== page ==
I left the Mid-Atlantic Nursery Trades Show (MANTS) in Baltimore last week with a deep case of plant lust. This is a serious problem on a number of levels, not the least of which is the fact that it’s beastly cold and snowy outside—hardly the season for planting.
Normally, I come away from such shows with lists of annuals and perennials I’d like to try. The lust for these beauties is easily satisfied, since it’s a relatively simple matter to find garden space for them. This year, however, a couple species of native shrubs and trees grabbed my attention. Finding room for them is another matter altogether.
Above: Oakleaf hydrangea with daylily ‘Patricia Fay’.
Oakleaf hydrangea (Hydrangea quercifolia) has been in every garden I’ve ever had, and the MANTS show renewed my my interest in this handsome native shrub. For those of you who don’t know it, it is a deciduous, summer-blooming shrub that also features fabulous fall color and attractive exfoliating bark. Plants range from 6 to 8 or more feet tall. They spread by suckers, and Michael Dirr (Manual of Woody Landscape Plants) estimates the spread at 10 to 12 or more feet wide.
I should note here that while oakleaf hydrangea is a U.S. native, it isn’t from the Chesapeake Bay region. Oakleaf hydrangeas are native from North Carolina and Tennessee south to Florida and Louisiana. Still, it’s a wonderful garden plant—almost native—that I wouldn’t want to be without.
Plants bear showy panicles of flowers from late spring through much of the summer. The blooms emerge white and turn pink with age. As the common name suggests, the lobed leaves resemble oak foliage. Deep green in summer, they turn shades of scarlet, orange, and purple in fall. Stems with red-brown exfoliating bark are revealed once the leaves fall.
Above: Foliage color in early fall.
‘Munchkin’ and ‘Ruby Slippers’, the cultivars that piqued my interest at the MANTS show, are both are introductions from the National Arboretum’s excellent breeding program. I don’t see them listed on any retail sites yet, but they’ll get there eventually and will be well worth the wait if other Arboretum introductions are any indication. (The Arboretum, which doesn’t sell them directly, is currently promoting them to wholesalers who will build stock for sale to the public.) Both ‘Munchkin’ and ‘Ruby Slippers’ are dwarf cultivars selected for size as well as attractive flowers that fade to shades of pink. For more information on them, see http://www.usna.usda.gov/hydrangea.html. Both should be available soon, and I can tell you both will be in my garden as soon as I get my hands on them.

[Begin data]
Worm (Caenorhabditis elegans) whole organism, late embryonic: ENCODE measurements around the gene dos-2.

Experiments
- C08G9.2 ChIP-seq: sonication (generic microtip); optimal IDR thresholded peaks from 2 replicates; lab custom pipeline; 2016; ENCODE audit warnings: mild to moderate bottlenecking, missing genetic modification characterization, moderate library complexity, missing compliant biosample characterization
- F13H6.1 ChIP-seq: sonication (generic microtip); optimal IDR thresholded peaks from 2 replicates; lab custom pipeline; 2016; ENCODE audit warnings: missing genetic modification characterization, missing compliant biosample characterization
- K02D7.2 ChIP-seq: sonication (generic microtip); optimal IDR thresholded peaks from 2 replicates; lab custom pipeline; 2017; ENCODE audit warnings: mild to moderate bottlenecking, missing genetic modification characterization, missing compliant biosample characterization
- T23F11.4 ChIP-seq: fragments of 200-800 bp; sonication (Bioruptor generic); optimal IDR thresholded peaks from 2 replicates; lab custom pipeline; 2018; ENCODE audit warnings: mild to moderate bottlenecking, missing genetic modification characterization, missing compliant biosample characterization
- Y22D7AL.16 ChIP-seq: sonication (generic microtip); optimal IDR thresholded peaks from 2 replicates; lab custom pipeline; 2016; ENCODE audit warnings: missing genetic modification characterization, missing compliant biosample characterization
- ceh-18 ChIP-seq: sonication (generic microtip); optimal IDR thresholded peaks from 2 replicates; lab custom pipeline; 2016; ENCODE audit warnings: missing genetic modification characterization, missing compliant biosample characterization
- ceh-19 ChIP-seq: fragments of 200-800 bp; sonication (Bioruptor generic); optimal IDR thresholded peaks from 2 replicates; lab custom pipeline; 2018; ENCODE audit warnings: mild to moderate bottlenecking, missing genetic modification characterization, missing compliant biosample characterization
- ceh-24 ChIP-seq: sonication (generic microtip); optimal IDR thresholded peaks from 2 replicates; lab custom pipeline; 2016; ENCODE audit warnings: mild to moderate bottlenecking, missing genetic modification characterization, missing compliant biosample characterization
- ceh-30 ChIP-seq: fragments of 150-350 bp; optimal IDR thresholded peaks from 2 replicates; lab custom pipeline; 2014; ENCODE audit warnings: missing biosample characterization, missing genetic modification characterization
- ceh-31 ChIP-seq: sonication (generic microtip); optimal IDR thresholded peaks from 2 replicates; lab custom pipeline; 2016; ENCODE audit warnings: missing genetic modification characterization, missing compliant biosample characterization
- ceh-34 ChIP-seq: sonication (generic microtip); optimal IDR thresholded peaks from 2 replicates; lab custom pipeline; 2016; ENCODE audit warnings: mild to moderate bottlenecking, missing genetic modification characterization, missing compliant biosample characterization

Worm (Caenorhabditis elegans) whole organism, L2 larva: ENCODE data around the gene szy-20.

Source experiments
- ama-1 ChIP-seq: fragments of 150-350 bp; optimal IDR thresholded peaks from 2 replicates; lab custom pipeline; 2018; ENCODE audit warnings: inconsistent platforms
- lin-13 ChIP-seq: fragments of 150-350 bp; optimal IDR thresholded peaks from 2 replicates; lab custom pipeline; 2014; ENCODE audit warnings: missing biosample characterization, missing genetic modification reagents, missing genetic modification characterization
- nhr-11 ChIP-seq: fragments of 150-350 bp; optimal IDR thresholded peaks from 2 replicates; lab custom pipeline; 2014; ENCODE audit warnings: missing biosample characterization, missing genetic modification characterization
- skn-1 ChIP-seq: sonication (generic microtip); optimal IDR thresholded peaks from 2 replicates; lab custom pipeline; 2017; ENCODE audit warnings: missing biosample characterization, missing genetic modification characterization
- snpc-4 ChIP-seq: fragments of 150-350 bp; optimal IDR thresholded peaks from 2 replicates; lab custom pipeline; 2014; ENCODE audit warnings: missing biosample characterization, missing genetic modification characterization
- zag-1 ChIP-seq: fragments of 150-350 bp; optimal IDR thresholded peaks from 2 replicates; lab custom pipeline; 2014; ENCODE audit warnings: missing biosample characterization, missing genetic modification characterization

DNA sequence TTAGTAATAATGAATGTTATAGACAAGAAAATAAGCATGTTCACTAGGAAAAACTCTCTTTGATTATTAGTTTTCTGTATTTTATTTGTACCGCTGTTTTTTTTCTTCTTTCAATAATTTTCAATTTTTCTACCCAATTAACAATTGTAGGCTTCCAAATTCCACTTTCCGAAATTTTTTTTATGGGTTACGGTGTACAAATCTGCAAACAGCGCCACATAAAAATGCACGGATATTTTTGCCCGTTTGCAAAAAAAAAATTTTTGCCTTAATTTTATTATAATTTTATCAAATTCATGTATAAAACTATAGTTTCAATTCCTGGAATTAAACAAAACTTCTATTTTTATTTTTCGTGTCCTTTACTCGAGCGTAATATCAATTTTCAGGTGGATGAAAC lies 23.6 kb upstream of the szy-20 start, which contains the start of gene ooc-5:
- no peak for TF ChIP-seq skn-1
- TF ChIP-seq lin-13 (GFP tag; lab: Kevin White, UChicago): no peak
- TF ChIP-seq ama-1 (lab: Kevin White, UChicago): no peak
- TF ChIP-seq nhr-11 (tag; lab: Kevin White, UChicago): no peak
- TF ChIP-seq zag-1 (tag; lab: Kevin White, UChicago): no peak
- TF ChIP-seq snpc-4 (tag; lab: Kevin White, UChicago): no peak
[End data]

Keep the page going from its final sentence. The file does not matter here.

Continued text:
In the meantime, there are other great cultivars out there. My vote is to collect them all if you have the space. Here are a few favorites.
‘Snowflake’. This is the one cultivar currently in my garden. It ranges from 6 to 8 feet tall and bears double flowers—technically the individual florets in the panicle have more than one petal-like bract. Flower panicles are longer and showier than the species. They range from 12 to 15 inches long and open over a longer season, too. The panicles are heavy and tend to weigh down the branches, but in my opinion they are still quite graceful. My plant isn’t in the most ideal site, and site selection has hampered its performance. The soil dries out more than it should, so wilting is a problem in dry weather, plus the plant is exposed to wind. As long as I water it periodically during dry weather and keep it well mulched, remains attractive, but with better growing conditions it would bloom more heavily and would hold its leaves better in fall.
Above: ‘Snowflake’ in late summer, as the flowers fade from white to pink, then brown.
‘Pee Wee’. This is an outstanding dwarf form I’m planning to plant this spring. It ranges from about 3½ to 4½ feet tall and spreading to 6 feet or so. The 4- to 5-inch-long flower panicles are smaller than the species, as are the leaves.
‘Snow Queen’. According to Rare Find Nursery (www.rarefindnursery.com) this cultivar is “The standard against which other oakleaf hydrangeas are
judged.” It features compact 6- to 8-inch-long panicles of flowers on sturdy stems that do not flop over. Like all oakleaf hydrangeas, it features outstanding red to red-bronze fall color. Not sure where I’ll put one yet, but it’s on my list!
‘Little Honey’. Selected for its gold to chartreuse foliage, this is a sport of ‘Pee Wee’. Plants range from 3 to 4 feet tall and wide and bear 6- to 8-inch panicles of white flowers. I’ve trialed ‘Little Honey’, unsuccessfully, but I don’t think the sample plant got fair treatment. I planted it in a spot that received sun in the afternoon and shade in the morning where it languished in the heat. (In my defense: My garden was very new then, and I only had a few available sites that were ready to plant.) By the time I moved it to a somewhat better site, the plant decided it had struggled long enough and succumbed. That said, I will try it again in a shadier site with richer, moister soil. The foliage was stunning.
So, you can see my dilemma. I’ve got quite a bit of space to find and planting to do if I’m going to find room for all of these.
In the Landscape
Oakleaf hydrangeas have a somewhat coarse texture that can make them hard to incorporate in traditional landscapes. I like the bold foliage texture they bring to the garden, and their summer flowers are hard to beat. Newer dwarf types are easier to incorporate in residential landscapes. Use them in shrub borders, as specimens, along woodland edges, and in the shade garden.
Give oakleaf hydranges a spot in partial shade with rich, moist, well-drained soil. A spot with morning sun and afternoon shade is ideal. Mulch to keep the soil cool and moist. Water during dry weather. Plants bloom on old wood (growth from the previous year) so prune, if necessary, in August immediately after flowering.